Arterial blood gas (ABG) interpretation is a common investigation used within Emergency Departments and Intensive Care Units.
Arterial blood gases provide an accurate representation of the patient’s respiratory function and overall clinical status. An ABG is a blood test that measures the pH, partial pressure of oxygen and carbon dioxide.
The information from ABGs can provide an indicator of the efficiency of the gaseous exchange. It is important you have an understanding of ABG values and can interpret their meaning.
Keep in mind that ABG’s provide one aspect of a patient’s respiratory function and should be assessed alongside a complete health history, general observation, signs and symptoms, vital signs and physical examination.
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Acids, bases, pH, and buffers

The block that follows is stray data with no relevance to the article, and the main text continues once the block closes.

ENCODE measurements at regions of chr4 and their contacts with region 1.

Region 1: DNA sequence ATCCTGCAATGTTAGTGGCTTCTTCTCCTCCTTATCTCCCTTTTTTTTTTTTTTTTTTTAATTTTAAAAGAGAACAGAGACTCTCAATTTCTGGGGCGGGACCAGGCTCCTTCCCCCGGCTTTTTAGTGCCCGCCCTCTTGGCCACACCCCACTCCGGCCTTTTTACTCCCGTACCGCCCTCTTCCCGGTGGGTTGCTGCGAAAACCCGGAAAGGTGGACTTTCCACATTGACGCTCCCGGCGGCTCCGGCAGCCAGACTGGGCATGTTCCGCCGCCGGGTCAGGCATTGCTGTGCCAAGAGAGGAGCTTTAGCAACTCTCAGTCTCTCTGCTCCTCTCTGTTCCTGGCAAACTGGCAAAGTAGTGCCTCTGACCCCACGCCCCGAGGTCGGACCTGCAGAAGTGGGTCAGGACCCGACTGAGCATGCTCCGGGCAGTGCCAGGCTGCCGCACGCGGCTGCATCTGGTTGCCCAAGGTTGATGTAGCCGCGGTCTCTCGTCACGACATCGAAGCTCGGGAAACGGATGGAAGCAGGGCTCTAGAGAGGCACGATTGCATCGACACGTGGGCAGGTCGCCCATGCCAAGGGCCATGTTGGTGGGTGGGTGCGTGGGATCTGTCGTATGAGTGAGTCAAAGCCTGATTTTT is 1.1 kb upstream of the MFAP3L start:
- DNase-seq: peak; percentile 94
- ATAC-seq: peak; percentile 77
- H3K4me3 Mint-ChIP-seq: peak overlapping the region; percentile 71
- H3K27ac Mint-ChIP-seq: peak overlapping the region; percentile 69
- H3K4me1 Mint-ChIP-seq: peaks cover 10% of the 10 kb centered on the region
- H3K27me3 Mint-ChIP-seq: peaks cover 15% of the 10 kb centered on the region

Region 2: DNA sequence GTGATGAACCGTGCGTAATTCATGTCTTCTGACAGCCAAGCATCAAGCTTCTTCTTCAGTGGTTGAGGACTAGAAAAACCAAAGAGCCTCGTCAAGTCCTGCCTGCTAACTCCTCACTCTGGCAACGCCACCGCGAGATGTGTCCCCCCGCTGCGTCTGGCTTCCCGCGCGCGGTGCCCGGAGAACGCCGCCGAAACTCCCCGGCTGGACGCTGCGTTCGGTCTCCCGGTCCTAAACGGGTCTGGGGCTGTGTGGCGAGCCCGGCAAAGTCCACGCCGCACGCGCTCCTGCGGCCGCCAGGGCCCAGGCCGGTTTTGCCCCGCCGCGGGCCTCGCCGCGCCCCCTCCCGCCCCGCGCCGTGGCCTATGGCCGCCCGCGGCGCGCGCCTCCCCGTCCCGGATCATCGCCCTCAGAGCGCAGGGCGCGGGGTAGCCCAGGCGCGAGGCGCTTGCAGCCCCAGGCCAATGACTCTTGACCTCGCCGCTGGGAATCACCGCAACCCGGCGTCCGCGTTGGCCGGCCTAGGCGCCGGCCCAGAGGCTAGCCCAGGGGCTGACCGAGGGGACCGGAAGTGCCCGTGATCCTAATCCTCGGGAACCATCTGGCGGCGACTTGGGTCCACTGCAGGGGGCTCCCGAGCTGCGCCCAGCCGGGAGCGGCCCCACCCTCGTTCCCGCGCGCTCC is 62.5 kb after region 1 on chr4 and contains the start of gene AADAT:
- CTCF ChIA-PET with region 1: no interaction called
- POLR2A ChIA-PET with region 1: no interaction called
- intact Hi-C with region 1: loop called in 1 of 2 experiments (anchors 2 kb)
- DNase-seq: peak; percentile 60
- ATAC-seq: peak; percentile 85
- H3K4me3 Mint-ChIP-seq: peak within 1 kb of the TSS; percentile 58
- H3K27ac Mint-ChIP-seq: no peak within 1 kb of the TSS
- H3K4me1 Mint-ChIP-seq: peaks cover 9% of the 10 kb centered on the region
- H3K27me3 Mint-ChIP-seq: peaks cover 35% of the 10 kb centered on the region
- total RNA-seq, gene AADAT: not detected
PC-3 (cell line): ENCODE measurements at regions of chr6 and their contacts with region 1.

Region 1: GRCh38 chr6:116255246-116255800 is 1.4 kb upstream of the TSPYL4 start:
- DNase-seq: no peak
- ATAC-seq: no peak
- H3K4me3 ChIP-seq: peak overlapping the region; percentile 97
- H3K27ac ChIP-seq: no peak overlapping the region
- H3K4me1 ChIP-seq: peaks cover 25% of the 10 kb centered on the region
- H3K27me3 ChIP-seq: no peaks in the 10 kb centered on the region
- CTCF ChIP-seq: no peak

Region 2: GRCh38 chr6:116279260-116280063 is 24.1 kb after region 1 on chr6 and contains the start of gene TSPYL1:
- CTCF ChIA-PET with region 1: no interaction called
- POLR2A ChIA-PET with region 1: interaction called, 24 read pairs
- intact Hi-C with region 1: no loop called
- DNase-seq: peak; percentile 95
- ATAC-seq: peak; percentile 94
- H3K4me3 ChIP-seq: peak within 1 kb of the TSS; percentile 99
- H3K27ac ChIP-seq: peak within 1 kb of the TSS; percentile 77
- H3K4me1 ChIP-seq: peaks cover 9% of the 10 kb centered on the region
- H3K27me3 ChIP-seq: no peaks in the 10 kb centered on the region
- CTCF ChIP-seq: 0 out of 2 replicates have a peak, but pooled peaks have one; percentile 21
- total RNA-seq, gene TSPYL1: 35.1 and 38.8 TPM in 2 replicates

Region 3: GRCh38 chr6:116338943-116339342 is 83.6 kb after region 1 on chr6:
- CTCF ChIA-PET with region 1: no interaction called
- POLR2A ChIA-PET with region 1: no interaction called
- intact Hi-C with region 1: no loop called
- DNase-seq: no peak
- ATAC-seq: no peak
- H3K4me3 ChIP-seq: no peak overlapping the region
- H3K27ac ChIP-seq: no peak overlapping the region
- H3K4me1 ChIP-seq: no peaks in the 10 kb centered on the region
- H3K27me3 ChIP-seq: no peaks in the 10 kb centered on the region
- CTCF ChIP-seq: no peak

Even if you’ve never set foot in a chemistry lab, chances are you know a thing or two about acids and bases.
Arterial blood gas (ABG) interpretation is something many medical students find difficult to grasp (we’ve been there). We’ve created this guide, which aims to provide a structured approach to ABG interpretation whilst also increasing your understanding of each results relevance.
Interpreting ABGs: Simple and Easy
Arterial blood gasses, or ABGs, may be among the most complex and confusing parts of nursing practice.
Acid Base Disorders
rterial blood gas analysis is used to determine the adequacy of oxygenation and ventilation, assess respiratory function and determine the acid–base balance.
Know Your ABGs – Arterial Blood Gases Explained
Arterial Blood Gases (ABG) can be difficult and confusing to understand at first. However, it’s a crucial skill for nurses, physicians, respiratory therapists, and nursing students to learn.
Albert, T. J., & Swenson, E. R. (2016). Circumstances when arterial blood gas analysis can lead us astray. Respiratory Care, 61(1), 119-121. doi:10.4187/respcare.04556
Larkin, B. G., & Zimmanck, R. J. (2015). Interpreting arterial blood gases successfully. AORN Journal, 102(4), 343-357. doi:10.1016/j.aorn.2015.08.002